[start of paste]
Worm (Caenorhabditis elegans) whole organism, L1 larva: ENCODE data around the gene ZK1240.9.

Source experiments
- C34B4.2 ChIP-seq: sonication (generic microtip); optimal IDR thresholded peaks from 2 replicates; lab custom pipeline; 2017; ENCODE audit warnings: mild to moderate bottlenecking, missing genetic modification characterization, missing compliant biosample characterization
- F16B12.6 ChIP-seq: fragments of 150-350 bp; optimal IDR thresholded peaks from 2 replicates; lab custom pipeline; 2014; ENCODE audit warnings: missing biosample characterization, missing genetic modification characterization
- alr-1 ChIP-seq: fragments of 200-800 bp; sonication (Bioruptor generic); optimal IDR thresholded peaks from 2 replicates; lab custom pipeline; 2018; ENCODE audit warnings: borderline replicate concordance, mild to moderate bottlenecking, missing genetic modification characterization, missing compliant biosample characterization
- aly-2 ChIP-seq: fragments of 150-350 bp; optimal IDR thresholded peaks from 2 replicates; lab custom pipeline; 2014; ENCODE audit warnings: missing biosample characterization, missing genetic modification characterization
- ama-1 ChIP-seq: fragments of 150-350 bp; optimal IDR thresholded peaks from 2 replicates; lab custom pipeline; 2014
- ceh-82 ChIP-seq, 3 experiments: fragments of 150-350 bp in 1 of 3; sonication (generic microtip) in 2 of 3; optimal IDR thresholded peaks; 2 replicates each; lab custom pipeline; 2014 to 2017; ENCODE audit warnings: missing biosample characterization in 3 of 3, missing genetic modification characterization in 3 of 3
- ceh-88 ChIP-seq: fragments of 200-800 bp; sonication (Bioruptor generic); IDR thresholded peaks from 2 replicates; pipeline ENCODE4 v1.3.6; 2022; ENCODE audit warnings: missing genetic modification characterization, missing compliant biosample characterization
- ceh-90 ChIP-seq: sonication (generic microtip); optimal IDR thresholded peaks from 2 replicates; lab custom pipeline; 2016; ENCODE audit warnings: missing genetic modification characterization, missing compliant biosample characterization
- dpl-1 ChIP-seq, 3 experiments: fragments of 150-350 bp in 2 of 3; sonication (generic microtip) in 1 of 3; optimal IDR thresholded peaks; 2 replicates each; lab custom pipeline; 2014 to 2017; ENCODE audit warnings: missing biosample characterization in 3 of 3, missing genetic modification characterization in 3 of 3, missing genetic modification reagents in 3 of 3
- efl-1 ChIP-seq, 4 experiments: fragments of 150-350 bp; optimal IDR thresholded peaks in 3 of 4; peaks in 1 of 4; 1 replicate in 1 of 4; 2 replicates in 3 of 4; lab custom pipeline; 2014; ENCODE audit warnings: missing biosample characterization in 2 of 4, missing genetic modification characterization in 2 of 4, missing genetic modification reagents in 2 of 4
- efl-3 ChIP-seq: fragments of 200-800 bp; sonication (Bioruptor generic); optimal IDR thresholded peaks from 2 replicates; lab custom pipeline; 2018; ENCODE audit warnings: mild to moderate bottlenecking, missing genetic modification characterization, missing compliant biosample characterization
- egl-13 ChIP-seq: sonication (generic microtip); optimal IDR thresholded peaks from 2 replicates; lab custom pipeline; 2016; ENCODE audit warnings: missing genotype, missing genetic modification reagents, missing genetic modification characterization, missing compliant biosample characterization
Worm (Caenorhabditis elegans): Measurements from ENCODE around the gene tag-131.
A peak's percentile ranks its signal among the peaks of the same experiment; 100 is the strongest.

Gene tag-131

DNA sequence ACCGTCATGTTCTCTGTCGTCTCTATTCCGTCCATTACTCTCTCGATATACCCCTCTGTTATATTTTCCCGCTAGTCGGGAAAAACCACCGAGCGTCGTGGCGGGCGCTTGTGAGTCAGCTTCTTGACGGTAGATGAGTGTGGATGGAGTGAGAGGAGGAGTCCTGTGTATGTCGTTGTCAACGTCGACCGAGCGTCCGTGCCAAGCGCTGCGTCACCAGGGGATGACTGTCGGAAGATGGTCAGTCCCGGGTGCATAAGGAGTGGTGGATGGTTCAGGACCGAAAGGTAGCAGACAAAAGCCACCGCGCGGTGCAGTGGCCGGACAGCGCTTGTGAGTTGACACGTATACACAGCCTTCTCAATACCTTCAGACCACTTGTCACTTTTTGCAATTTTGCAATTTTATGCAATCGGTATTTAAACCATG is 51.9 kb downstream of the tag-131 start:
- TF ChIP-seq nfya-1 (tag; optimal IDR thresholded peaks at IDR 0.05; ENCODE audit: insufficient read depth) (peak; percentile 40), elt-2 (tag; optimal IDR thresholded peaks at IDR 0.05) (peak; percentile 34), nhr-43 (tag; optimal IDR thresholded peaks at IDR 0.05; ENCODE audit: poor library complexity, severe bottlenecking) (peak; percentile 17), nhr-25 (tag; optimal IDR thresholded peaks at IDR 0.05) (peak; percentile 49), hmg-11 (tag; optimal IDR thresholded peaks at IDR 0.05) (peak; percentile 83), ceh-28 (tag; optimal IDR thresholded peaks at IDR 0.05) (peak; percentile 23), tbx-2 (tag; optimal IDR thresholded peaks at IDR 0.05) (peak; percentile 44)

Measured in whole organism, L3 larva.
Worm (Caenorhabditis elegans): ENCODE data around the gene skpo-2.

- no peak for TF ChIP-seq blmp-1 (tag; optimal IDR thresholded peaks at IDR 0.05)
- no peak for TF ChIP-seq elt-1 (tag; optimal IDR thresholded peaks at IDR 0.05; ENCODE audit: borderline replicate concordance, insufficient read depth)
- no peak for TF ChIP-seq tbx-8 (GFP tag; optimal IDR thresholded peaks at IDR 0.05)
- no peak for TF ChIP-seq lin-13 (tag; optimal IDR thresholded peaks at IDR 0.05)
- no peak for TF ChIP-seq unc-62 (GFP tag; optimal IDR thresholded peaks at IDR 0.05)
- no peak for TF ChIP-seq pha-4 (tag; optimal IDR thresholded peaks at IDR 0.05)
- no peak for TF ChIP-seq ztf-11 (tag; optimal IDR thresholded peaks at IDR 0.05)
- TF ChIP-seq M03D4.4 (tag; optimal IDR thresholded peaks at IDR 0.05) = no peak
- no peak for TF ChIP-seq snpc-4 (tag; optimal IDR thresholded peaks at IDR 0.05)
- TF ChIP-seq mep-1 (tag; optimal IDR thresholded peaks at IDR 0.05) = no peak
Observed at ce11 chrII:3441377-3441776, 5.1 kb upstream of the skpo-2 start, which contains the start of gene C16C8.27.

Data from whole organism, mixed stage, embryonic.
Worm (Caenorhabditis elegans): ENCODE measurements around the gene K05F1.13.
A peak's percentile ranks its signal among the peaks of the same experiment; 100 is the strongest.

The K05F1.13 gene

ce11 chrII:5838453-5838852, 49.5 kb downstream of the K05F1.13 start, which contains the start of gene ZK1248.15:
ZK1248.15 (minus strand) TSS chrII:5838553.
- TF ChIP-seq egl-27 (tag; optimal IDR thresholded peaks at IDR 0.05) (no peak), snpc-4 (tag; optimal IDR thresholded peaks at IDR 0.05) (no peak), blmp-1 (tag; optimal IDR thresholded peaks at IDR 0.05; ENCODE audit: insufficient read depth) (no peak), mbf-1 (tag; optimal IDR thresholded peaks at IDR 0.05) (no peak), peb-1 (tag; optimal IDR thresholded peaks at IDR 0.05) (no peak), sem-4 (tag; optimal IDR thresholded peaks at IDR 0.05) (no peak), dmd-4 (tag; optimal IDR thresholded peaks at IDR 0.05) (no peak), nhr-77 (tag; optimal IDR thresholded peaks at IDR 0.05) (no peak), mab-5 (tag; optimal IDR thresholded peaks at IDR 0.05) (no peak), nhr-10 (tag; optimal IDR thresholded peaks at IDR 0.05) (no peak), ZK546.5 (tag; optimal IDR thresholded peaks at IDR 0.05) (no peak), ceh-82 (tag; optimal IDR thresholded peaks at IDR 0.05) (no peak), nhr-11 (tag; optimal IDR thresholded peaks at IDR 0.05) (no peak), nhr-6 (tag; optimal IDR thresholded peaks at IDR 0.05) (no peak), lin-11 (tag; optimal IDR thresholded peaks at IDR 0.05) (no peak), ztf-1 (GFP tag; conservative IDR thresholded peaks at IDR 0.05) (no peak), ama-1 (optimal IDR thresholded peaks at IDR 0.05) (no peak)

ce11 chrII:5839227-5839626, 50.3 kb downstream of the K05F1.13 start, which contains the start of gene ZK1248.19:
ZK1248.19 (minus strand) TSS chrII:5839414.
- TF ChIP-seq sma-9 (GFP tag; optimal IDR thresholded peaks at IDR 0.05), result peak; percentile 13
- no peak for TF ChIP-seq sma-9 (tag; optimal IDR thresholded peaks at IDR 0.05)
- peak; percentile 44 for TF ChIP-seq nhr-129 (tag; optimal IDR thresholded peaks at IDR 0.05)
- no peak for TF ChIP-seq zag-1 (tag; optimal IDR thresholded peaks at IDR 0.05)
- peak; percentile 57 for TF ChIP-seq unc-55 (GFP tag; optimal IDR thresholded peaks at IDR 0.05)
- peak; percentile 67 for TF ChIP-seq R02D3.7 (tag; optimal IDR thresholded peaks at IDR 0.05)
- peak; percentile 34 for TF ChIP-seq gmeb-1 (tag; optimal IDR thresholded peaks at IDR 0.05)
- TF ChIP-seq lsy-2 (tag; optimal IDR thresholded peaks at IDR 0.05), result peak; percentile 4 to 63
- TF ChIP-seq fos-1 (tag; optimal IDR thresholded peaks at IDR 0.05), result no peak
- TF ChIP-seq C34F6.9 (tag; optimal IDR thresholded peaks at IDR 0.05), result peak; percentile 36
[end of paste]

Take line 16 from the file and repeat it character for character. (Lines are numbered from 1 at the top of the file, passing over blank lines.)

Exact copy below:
A peak's percentile ranks its signal among the peaks of the same experiment; 100 is the strongest.